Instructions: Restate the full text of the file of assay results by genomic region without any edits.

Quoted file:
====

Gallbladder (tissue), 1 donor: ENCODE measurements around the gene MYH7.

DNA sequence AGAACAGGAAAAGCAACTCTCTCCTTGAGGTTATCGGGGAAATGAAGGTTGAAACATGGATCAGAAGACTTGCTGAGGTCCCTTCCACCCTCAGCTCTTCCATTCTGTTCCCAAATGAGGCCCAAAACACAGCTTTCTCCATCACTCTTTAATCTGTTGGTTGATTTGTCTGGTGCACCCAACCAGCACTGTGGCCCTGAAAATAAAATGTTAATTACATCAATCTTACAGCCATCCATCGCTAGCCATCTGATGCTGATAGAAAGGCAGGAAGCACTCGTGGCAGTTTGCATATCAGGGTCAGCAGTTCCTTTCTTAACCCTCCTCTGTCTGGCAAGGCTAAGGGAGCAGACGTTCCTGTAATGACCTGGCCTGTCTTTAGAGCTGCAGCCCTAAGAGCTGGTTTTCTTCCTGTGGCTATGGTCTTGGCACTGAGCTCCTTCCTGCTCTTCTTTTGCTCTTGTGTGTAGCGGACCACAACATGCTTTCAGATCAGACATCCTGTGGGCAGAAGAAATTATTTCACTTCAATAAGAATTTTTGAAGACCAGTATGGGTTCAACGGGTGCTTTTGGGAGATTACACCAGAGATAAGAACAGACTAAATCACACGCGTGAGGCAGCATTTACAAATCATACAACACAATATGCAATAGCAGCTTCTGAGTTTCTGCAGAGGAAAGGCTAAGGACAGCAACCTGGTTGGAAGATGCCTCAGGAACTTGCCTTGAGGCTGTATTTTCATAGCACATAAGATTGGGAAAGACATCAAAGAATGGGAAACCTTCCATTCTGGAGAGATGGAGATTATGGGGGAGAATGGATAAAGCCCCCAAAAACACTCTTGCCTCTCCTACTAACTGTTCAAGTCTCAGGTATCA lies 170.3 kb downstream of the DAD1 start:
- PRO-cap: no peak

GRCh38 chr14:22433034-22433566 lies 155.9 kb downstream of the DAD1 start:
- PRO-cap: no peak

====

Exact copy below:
Gallbladder (tissue), 1 donor: ENCODE measurements around the gene MYH7.

DNA sequence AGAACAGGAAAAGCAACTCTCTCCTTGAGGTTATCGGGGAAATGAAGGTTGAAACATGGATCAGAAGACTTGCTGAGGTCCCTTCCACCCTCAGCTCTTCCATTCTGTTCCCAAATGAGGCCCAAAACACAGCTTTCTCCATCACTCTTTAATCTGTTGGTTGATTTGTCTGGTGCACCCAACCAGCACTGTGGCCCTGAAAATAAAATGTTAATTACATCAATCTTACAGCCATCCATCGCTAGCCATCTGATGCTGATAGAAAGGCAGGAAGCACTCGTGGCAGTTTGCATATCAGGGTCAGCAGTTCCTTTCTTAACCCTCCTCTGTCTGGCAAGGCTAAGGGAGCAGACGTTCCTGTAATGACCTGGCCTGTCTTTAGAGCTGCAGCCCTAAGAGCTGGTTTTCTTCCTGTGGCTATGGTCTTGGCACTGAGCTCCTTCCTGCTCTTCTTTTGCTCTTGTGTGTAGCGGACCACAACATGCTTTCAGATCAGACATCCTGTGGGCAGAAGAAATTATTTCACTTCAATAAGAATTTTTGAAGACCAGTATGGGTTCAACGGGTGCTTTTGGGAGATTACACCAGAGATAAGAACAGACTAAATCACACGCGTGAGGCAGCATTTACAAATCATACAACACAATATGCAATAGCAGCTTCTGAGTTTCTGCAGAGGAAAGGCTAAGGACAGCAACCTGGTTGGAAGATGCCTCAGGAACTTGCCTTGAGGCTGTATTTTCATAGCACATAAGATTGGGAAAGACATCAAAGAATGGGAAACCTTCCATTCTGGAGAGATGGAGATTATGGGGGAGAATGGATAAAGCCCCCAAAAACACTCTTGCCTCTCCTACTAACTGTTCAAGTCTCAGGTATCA lies 170.3 kb downstream of the DAD1 start:
- PRO-cap: no peak

GRCh38 chr14:22433034-22433566 lies 155.9 kb downstream of the DAD1 start:
- PRO-cap: no peak